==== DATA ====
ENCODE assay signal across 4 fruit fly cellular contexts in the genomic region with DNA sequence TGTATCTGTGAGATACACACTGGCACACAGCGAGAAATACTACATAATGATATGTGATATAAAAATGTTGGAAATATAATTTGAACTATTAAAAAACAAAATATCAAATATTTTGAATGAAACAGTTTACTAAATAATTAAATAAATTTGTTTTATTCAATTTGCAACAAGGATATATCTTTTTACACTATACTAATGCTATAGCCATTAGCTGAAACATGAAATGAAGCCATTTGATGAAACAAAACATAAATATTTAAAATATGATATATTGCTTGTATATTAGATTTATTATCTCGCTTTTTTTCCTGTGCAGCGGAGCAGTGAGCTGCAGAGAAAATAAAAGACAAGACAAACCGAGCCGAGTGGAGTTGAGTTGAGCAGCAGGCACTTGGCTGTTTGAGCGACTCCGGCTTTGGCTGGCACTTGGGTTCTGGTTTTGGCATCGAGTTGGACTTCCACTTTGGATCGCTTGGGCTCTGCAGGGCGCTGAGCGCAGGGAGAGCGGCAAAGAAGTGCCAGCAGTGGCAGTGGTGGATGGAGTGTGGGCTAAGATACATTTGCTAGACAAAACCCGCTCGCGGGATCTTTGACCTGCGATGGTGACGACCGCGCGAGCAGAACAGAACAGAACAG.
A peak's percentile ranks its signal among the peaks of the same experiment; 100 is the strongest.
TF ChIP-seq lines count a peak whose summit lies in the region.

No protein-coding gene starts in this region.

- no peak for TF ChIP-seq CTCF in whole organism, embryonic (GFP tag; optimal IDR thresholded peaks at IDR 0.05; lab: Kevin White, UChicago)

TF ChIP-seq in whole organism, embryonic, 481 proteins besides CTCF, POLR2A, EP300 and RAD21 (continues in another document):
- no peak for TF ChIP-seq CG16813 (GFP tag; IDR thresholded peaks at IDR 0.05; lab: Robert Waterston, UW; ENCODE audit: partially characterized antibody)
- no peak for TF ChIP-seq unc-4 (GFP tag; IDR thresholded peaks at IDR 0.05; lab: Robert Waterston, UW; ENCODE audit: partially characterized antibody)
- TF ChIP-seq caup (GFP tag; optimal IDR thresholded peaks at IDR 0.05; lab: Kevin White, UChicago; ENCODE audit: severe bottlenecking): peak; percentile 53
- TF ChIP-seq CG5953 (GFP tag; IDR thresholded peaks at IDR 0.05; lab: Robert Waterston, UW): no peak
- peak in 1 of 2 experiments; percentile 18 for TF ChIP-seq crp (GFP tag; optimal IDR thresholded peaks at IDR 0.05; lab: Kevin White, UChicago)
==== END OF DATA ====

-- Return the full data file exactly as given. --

ENCODE assay signal across 4 fruit fly cellular contexts in the genomic region with DNA sequence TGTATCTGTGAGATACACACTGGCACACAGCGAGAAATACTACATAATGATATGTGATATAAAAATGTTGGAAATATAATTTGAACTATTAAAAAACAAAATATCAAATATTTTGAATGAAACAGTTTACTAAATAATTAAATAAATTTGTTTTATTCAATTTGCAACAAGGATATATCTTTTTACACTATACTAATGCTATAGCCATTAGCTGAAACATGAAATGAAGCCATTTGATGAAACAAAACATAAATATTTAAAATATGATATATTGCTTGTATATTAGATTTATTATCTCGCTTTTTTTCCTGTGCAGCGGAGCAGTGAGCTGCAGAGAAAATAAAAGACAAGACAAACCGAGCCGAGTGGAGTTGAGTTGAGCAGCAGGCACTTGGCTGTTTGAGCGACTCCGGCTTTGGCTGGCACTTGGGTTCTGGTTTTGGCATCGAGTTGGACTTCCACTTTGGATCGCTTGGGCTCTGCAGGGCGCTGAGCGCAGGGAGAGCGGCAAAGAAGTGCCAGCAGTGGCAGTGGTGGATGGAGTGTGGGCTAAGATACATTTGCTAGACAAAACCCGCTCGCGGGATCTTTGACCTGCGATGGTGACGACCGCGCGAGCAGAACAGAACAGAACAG.
A peak's percentile ranks its signal among the peaks of the same experiment; 100 is the strongest.
TF ChIP-seq lines count a peak whose summit lies in the region.

No protein-coding gene starts in this region.

- no peak for TF ChIP-seq CTCF in whole organism, embryonic (GFP tag; optimal IDR thresholded peaks at IDR 0.05; lab: Kevin White, UChicago)

TF ChIP-seq in whole organism, embryonic, 481 proteins besides CTCF, POLR2A, EP300 and RAD21 (continues in another document):
- no peak for TF ChIP-seq CG16813 (GFP tag; IDR thresholded peaks at IDR 0.05; lab: Robert Waterston, UW; ENCODE audit: partially characterized antibody)
- no peak for TF ChIP-seq unc-4 (GFP tag; IDR thresholded peaks at IDR 0.05; lab: Robert Waterston, UW; ENCODE audit: partially characterized antibody)
- TF ChIP-seq caup (GFP tag; optimal IDR thresholded peaks at IDR 0.05; lab: Kevin White, UChicago; ENCODE audit: severe bottlenecking): peak; percentile 53
- TF ChIP-seq CG5953 (GFP tag; IDR thresholded peaks at IDR 0.05; lab: Robert Waterston, UW): no peak
- peak in 1 of 2 experiments; percentile 18 for TF ChIP-seq crp (GFP tag; optimal IDR thresholded peaks at IDR 0.05; lab: Kevin White, UChicago)